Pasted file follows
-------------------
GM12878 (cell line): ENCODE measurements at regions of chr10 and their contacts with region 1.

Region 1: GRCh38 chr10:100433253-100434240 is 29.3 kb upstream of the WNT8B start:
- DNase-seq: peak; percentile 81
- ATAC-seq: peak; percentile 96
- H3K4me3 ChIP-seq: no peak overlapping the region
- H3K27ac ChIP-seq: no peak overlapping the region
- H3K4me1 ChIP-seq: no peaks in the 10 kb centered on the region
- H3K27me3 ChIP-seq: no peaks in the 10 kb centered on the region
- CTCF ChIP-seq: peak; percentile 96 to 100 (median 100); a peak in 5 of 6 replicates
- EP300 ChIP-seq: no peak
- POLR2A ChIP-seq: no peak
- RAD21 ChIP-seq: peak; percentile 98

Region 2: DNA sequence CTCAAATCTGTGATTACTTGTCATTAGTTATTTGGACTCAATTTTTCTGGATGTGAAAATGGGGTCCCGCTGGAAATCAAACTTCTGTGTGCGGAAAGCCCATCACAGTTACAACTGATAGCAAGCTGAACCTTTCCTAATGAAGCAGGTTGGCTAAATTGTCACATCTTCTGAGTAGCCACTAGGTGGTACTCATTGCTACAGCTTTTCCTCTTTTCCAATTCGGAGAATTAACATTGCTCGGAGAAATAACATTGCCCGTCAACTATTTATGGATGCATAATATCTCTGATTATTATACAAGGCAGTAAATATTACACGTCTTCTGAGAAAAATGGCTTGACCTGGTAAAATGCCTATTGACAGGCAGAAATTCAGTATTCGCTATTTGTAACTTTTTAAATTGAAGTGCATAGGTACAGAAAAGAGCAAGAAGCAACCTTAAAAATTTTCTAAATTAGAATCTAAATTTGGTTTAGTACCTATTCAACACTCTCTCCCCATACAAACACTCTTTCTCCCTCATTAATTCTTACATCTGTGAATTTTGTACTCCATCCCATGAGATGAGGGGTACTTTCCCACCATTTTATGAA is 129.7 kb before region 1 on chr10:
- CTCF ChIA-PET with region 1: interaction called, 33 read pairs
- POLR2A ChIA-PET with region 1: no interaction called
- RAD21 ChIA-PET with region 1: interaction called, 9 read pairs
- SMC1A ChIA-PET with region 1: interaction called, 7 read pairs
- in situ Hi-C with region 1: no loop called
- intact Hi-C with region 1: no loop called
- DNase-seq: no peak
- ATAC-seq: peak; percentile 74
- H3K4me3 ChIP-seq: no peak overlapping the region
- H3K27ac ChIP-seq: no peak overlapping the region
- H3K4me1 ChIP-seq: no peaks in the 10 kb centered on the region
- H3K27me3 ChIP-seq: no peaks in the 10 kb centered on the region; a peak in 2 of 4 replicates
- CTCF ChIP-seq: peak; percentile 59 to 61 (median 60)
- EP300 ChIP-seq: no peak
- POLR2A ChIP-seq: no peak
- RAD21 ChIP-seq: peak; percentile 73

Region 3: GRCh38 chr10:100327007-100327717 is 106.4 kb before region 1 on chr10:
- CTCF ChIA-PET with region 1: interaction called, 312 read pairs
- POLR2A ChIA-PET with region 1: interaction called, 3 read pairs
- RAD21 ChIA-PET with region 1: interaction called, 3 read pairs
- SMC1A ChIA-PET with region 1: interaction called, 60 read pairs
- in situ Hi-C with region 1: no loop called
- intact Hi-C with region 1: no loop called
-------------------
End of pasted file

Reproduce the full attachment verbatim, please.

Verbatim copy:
GM12878 (cell line): ENCODE measurements at regions of chr10 and their contacts with region 1.

Region 1: GRCh38 chr10:100433253-100434240 is 29.3 kb upstream of the WNT8B start:
- DNase-seq: peak; percentile 81
- ATAC-seq: peak; percentile 96
- H3K4me3 ChIP-seq: no peak overlapping the region
- H3K27ac ChIP-seq: no peak overlapping the region
- H3K4me1 ChIP-seq: no peaks in the 10 kb centered on the region
- H3K27me3 ChIP-seq: no peaks in the 10 kb centered on the region
- CTCF ChIP-seq: peak; percentile 96 to 100 (median 100); a peak in 5 of 6 replicates
- EP300 ChIP-seq: no peak
- POLR2A ChIP-seq: no peak
- RAD21 ChIP-seq: peak; percentile 98

Region 2: DNA sequence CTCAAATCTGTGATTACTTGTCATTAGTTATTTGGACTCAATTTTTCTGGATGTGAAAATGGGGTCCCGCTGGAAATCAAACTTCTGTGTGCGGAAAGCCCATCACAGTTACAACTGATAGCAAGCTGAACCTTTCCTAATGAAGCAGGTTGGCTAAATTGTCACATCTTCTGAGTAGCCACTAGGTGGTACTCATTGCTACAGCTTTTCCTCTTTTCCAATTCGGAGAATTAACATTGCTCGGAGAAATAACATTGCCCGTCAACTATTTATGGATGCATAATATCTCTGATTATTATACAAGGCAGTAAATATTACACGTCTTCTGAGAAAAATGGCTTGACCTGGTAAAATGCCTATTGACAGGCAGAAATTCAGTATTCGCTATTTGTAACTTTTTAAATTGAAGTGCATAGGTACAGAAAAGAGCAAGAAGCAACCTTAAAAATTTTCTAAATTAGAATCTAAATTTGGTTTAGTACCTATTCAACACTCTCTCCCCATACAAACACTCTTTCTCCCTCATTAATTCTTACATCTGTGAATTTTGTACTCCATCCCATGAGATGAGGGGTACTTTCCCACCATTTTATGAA is 129.7 kb before region 1 on chr10:
- CTCF ChIA-PET with region 1: interaction called, 33 read pairs
- POLR2A ChIA-PET with region 1: no interaction called
- RAD21 ChIA-PET with region 1: interaction called, 9 read pairs
- SMC1A ChIA-PET with region 1: interaction called, 7 read pairs
- in situ Hi-C with region 1: no loop called
- intact Hi-C with region 1: no loop called
- DNase-seq: no peak
- ATAC-seq: peak; percentile 74
- H3K4me3 ChIP-seq: no peak overlapping the region
- H3K27ac ChIP-seq: no peak overlapping the region
- H3K4me1 ChIP-seq: no peaks in the 10 kb centered on the region
- H3K27me3 ChIP-seq: no peaks in the 10 kb centered on the region; a peak in 2 of 4 replicates
- CTCF ChIP-seq: peak; percentile 59 to 61 (median 60)
- EP300 ChIP-seq: no peak
- POLR2A ChIP-seq: no peak
- RAD21 ChIP-seq: peak; percentile 73

Region 3: GRCh38 chr10:100327007-100327717 is 106.4 kb before region 1 on chr10:
- CTCF ChIA-PET with region 1: interaction called, 312 read pairs
- POLR2A ChIA-PET with region 1: interaction called, 3 read pairs
- RAD21 ChIA-PET with region 1: interaction called, 3 read pairs
- SMC1A ChIA-PET with region 1: interaction called, 60 read pairs
- in situ Hi-C with region 1: no loop called
- intact Hi-C with region 1: no loop called